It’s a genre issue. The biggest thing America has to overcome is this stigma of comics being little boys’ escapist literature. And as long as there are more things like… They’re promoting 30 Days, and it says [on the advertisements], “Based on the graphic novel.” I wish they would have done that with History of Violence, and Road to Perdition, and Ghost World. Because I think that is the kind of that could change the perception of comics.
As a matter of fact, that was what was so funny about [A History of Violence], the only novel version of that [people saw] was the novelization of the movie. And people now think that that was the source material. It’s a constant uphill battle, but like I said, I’ve been doing it for… just way too long.
How do you think the Watchmen movie is going to fare?
You know, I’d be curious to see because of how good The Incredibles did. Basically, The Incredibles was what the Fantastic Four [movie] should have been. But they had to mess with it; they didn’t do an accurate Fantastic Four, and they turned Galactus into a cloud.
Yeah, I don’t know. Honestly, I think if we can show people that comics are a viable medium for adults… I hand people the [30 Days] graphic novel, and the first they say is, “I didn’t know you were allowed to do this in comics.” Because of the language, and the look. You can tell, they think Archie when they think comics, or superheroes. They don’t realize that there’s all this other stuff.
So superhero books aren’t necessarily helping the mainstream perception of comics?
Do you know what we look like from the outside? This is my image of the comic store: [someone says] “Oh, I’ve heard comics are great, let’s check it out.” And then there’s a bunch of fanboys fighting over the Heroclix and alienating the women. It’s like, when are you going to stop doing this? Remember when the [controversial] Mary Jane statue came out? I went off on that. I was like, [sarcastically] “Oh good.” Everybody’s wondering why more women don’t read comics. It’s the same reason more women don’t buy the Sports Illustrated swimsuit issue. They’re not interested in seeing themselves exploited and objectified…
And with Mary Jane, there was a comic they were putting out with her story for young girls. So what message are you sending? Is she the slut that does his laundry, or is she the strong woman that can deal with having a partner who has this secret life? Make up your mind. And that’s the thing, everybody’s bitching and complaining about how comics don’t sell, and then we do everything in our power to scare people away.Posted by Tim Leong on November 7th, 2007 filed in Movies, Blog |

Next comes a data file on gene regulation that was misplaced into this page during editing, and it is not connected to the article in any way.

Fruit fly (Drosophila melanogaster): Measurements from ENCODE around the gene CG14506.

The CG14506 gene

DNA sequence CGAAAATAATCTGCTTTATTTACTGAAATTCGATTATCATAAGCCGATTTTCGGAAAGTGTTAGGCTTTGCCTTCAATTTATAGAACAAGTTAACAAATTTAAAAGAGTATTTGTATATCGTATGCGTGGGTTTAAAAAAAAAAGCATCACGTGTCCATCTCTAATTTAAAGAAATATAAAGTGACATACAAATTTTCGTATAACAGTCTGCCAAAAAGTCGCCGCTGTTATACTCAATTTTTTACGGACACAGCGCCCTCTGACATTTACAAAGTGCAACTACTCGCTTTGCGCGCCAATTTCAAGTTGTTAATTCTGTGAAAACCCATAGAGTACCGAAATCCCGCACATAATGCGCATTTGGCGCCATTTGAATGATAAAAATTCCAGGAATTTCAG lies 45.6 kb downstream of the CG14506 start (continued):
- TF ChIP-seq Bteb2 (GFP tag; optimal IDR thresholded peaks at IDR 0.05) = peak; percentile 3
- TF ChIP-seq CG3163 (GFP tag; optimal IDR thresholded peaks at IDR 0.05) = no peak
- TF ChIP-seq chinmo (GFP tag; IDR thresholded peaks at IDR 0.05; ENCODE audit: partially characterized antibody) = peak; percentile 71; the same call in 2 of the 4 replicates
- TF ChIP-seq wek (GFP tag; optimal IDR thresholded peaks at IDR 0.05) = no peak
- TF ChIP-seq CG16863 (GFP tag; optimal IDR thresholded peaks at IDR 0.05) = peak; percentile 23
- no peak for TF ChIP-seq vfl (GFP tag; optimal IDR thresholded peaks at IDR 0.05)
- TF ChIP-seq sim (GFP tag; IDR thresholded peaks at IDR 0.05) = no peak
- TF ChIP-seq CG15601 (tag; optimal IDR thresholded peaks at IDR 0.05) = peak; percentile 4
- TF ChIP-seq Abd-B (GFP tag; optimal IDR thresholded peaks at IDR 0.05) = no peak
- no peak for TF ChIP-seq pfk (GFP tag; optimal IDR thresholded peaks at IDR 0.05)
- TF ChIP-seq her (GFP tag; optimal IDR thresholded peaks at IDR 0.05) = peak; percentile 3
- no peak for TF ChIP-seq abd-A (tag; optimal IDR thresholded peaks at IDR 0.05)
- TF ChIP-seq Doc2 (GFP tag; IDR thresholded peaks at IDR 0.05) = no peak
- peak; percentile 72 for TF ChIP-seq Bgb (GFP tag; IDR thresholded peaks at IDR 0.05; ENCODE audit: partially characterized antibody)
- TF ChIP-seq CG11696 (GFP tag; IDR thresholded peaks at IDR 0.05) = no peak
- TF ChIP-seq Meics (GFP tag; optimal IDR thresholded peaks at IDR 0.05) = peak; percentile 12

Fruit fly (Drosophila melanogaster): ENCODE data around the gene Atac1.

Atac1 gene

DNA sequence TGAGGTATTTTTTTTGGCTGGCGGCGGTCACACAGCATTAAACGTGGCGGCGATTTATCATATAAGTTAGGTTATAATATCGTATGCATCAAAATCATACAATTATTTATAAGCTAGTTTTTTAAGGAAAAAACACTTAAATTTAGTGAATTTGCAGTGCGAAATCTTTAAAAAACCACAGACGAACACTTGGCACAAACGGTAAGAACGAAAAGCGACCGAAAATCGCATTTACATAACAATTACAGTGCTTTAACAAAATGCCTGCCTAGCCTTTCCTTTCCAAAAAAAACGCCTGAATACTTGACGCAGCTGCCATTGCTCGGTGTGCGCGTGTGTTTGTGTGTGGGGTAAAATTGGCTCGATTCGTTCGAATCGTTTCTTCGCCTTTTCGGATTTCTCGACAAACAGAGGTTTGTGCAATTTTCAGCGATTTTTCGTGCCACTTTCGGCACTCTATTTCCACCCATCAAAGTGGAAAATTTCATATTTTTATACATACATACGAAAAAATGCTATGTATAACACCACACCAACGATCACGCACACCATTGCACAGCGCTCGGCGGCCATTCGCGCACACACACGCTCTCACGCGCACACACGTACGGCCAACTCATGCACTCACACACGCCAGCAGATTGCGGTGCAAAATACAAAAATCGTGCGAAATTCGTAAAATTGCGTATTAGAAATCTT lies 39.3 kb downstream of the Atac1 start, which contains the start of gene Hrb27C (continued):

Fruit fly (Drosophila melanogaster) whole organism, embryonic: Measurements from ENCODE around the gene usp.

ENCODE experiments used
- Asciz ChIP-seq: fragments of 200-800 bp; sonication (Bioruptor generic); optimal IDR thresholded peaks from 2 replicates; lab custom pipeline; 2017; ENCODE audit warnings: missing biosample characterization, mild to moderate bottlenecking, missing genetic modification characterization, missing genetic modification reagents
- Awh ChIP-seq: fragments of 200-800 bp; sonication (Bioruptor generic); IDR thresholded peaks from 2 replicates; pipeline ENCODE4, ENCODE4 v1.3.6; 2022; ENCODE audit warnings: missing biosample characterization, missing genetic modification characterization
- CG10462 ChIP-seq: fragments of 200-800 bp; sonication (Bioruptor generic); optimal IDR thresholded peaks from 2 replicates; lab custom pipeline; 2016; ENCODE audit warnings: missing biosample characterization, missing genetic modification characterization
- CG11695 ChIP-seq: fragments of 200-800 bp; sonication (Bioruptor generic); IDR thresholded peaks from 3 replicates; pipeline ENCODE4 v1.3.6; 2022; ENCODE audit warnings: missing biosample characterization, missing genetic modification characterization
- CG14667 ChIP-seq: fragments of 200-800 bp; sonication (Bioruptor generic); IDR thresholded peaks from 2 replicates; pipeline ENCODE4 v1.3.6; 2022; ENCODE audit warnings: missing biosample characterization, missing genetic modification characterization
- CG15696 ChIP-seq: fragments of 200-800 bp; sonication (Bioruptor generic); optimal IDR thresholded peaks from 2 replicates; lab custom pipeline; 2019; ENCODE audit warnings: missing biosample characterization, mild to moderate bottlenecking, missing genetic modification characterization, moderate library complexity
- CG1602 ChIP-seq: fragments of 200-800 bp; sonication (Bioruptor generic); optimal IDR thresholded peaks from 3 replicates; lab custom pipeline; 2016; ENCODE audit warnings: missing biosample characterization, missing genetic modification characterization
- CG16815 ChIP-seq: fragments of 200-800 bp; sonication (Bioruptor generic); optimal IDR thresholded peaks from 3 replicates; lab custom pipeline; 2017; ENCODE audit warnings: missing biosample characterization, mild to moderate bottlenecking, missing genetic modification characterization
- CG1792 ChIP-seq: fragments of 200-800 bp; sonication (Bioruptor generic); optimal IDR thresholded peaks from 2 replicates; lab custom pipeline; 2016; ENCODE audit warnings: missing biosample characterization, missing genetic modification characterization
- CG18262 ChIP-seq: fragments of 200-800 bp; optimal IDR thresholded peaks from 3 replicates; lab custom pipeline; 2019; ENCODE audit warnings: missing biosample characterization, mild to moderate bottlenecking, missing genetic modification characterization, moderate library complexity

Advance Screenings of BSG: Razor
You’re all probably excited about seeing Battlestar Galactica: Razor, right? I can’t wait to see a TV movie about the Pegasus crew that debuts on Nov. 24th. Really, I can’t wait. That’s why I was so glad that registration on this site just opened for advance screenings in select cities on Nov. 12th!
The lucky cities include:
• Dallas/ Ft. Worth
• Los Angeles
• New York City
• San Francisco
Hurry and register before they’re out of fraking seats.Posted by Tim Leong on October 26th, 2007 filed in Movies, Blog |
Mark Millar on Superman Movie Sequel
Mark Millar just posted that he got turned down for writing the Superman movie sequel because he was too associated with Marvel:
Well, sadly, I’m a Marvel guy and we were surprised to find out that WB couldn’t hire me for a DC property. They were incredibly nice and superbly apologetic about it, but when they discussed the matter seriously DC explained just how associated I am with Marvel Comics at the moment and it’s against company policy to hire the competition. It’s absolutely nothing personal. I spoke to some friends at DC and they explained this has happened with a couple of big Marvel writers in the last couple of years and I absolutely respect that.